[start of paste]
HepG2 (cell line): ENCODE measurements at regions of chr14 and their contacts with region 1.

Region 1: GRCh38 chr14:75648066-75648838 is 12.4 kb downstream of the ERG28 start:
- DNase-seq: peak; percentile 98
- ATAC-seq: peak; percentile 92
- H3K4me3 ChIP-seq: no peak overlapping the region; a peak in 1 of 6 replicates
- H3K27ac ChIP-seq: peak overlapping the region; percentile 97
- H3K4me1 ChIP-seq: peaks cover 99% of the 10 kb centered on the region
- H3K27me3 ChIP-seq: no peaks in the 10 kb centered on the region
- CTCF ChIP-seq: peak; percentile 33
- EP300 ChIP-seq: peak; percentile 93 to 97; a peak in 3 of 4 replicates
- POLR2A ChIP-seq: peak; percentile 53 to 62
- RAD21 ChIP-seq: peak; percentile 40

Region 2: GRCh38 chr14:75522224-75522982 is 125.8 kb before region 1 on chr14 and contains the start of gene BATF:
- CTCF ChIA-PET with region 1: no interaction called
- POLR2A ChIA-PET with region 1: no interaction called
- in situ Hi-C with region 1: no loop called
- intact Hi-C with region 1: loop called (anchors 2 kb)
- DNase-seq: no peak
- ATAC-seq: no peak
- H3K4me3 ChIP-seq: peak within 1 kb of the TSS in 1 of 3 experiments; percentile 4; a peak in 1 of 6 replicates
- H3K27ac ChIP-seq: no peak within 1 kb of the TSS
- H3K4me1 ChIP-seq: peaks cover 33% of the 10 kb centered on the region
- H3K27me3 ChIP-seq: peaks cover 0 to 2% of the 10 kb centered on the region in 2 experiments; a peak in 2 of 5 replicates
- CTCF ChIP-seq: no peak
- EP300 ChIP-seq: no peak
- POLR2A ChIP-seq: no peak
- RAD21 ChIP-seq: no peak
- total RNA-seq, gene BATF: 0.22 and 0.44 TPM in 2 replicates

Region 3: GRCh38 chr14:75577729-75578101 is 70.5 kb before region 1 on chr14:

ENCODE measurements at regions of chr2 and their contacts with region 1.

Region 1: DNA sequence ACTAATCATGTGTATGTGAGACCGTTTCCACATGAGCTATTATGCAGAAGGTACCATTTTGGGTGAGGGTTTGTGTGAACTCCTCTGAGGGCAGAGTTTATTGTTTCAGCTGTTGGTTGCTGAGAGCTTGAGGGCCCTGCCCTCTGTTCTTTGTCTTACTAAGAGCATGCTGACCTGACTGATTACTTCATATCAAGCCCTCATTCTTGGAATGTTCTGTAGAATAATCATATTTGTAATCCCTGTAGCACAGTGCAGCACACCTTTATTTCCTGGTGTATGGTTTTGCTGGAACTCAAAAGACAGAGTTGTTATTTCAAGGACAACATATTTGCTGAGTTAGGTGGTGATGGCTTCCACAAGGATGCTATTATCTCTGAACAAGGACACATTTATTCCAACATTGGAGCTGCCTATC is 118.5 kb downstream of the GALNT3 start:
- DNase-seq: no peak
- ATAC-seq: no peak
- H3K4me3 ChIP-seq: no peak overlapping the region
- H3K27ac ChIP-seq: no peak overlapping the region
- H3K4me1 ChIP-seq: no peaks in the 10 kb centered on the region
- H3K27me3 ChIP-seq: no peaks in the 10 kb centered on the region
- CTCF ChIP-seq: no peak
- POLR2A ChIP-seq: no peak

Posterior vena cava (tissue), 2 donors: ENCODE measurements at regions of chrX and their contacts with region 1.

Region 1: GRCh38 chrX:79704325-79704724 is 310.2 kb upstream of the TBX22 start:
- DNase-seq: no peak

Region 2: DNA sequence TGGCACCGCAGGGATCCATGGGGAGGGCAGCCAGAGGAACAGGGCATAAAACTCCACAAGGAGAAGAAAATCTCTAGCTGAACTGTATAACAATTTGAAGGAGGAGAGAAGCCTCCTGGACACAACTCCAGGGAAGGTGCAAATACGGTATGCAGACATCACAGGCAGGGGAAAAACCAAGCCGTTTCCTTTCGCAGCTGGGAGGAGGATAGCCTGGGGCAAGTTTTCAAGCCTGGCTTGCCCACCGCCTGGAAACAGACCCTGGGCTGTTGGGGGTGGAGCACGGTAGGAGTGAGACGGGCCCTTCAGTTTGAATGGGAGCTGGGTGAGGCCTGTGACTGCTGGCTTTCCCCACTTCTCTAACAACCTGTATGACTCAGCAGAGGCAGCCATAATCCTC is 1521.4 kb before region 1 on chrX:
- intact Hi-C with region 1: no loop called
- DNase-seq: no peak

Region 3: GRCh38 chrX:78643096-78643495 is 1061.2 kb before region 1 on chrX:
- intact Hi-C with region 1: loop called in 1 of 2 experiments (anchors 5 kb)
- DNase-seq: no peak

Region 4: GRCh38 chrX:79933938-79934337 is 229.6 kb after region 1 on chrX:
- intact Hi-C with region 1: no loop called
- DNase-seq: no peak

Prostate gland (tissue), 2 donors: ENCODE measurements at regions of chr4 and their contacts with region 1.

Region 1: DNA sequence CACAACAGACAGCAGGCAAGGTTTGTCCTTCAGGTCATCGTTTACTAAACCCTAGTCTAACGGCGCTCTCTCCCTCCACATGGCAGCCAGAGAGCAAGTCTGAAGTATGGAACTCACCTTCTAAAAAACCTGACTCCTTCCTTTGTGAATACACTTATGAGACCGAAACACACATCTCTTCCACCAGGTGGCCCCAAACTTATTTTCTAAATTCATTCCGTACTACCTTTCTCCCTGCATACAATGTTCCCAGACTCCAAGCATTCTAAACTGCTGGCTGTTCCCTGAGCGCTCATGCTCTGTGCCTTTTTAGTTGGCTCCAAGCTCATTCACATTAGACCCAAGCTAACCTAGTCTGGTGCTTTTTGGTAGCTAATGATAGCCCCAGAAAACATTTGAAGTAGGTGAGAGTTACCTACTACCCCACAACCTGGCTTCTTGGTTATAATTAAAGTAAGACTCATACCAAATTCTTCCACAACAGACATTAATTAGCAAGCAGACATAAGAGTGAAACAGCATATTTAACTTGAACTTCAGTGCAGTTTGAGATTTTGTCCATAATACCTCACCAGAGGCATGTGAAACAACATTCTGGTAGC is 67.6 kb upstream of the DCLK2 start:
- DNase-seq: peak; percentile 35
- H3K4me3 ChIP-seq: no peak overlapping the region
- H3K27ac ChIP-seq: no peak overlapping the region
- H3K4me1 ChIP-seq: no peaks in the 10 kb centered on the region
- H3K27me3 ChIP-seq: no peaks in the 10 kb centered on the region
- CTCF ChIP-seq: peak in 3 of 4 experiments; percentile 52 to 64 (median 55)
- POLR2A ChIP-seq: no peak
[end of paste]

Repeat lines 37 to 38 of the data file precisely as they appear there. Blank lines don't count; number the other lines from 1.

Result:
- H3K27me3 ChIP-seq: no peaks in the 10 kb centered on the region
- CTCF ChIP-seq: no peak